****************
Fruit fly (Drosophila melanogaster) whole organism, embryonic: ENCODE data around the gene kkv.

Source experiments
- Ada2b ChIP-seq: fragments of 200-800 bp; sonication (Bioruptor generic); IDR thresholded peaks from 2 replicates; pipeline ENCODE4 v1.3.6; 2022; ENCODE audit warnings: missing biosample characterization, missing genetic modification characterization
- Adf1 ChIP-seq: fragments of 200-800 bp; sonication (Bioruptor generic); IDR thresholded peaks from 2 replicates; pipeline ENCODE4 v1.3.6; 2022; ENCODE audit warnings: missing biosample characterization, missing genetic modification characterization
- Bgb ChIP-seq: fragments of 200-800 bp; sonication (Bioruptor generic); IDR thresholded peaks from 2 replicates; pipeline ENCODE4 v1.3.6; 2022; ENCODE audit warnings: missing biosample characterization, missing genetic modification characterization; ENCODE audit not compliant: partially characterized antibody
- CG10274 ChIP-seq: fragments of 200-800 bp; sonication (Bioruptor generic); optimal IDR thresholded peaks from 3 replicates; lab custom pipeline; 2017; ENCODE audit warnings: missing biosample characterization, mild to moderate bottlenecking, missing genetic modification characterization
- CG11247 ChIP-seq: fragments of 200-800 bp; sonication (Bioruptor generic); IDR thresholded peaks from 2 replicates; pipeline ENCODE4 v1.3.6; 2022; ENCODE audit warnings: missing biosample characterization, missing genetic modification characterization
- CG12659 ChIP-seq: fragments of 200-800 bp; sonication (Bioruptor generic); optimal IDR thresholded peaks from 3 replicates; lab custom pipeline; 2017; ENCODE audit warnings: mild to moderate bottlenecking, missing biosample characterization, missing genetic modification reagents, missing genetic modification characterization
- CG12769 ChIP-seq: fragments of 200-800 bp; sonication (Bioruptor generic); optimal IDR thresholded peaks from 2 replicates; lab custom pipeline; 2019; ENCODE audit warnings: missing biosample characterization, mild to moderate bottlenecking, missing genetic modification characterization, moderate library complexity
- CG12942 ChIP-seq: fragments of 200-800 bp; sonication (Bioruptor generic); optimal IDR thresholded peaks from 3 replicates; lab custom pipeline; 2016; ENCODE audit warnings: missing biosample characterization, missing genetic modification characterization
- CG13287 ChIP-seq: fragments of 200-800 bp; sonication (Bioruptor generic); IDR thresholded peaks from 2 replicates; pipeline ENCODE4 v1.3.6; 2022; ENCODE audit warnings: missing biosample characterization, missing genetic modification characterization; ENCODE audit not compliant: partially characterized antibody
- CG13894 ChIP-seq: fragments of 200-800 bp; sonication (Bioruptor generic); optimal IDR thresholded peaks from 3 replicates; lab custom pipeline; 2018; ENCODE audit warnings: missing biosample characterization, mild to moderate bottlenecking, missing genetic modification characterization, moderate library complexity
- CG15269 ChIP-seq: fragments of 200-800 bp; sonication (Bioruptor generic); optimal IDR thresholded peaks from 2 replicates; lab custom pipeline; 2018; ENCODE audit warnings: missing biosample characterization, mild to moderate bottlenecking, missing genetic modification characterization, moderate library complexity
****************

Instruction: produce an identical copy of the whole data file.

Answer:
Fruit fly (Drosophila melanogaster) whole organism, embryonic: ENCODE data around the gene kkv.

Source experiments
- Ada2b ChIP-seq: fragments of 200-800 bp; sonication (Bioruptor generic); IDR thresholded peaks from 2 replicates; pipeline ENCODE4 v1.3.6; 2022; ENCODE audit warnings: missing biosample characterization, missing genetic modification characterization
- Adf1 ChIP-seq: fragments of 200-800 bp; sonication (Bioruptor generic); IDR thresholded peaks from 2 replicates; pipeline ENCODE4 v1.3.6; 2022; ENCODE audit warnings: missing biosample characterization, missing genetic modification characterization
- Bgb ChIP-seq: fragments of 200-800 bp; sonication (Bioruptor generic); IDR thresholded peaks from 2 replicates; pipeline ENCODE4 v1.3.6; 2022; ENCODE audit warnings: missing biosample characterization, missing genetic modification characterization; ENCODE audit not compliant: partially characterized antibody
- CG10274 ChIP-seq: fragments of 200-800 bp; sonication (Bioruptor generic); optimal IDR thresholded peaks from 3 replicates; lab custom pipeline; 2017; ENCODE audit warnings: missing biosample characterization, mild to moderate bottlenecking, missing genetic modification characterization
- CG11247 ChIP-seq: fragments of 200-800 bp; sonication (Bioruptor generic); IDR thresholded peaks from 2 replicates; pipeline ENCODE4 v1.3.6; 2022; ENCODE audit warnings: missing biosample characterization, missing genetic modification characterization
- CG12659 ChIP-seq: fragments of 200-800 bp; sonication (Bioruptor generic); optimal IDR thresholded peaks from 3 replicates; lab custom pipeline; 2017; ENCODE audit warnings: mild to moderate bottlenecking, missing biosample characterization, missing genetic modification reagents, missing genetic modification characterization
- CG12769 ChIP-seq: fragments of 200-800 bp; sonication (Bioruptor generic); optimal IDR thresholded peaks from 2 replicates; lab custom pipeline; 2019; ENCODE audit warnings: missing biosample characterization, mild to moderate bottlenecking, missing genetic modification characterization, moderate library complexity
- CG12942 ChIP-seq: fragments of 200-800 bp; sonication (Bioruptor generic); optimal IDR thresholded peaks from 3 replicates; lab custom pipeline; 2016; ENCODE audit warnings: missing biosample characterization, missing genetic modification characterization
- CG13287 ChIP-seq: fragments of 200-800 bp; sonication (Bioruptor generic); IDR thresholded peaks from 2 replicates; pipeline ENCODE4 v1.3.6; 2022; ENCODE audit warnings: missing biosample characterization, missing genetic modification characterization; ENCODE audit not compliant: partially characterized antibody
- CG13894 ChIP-seq: fragments of 200-800 bp; sonication (Bioruptor generic); optimal IDR thresholded peaks from 3 replicates; lab custom pipeline; 2018; ENCODE audit warnings: missing biosample characterization, mild to moderate bottlenecking, missing genetic modification characterization, moderate library complexity
- CG15269 ChIP-seq: fragments of 200-800 bp; sonication (Bioruptor generic); optimal IDR thresholded peaks from 2 replicates; lab custom pipeline; 2018; ENCODE audit warnings: missing biosample characterization, mild to moderate bottlenecking, missing genetic modification characterization, moderate library complexity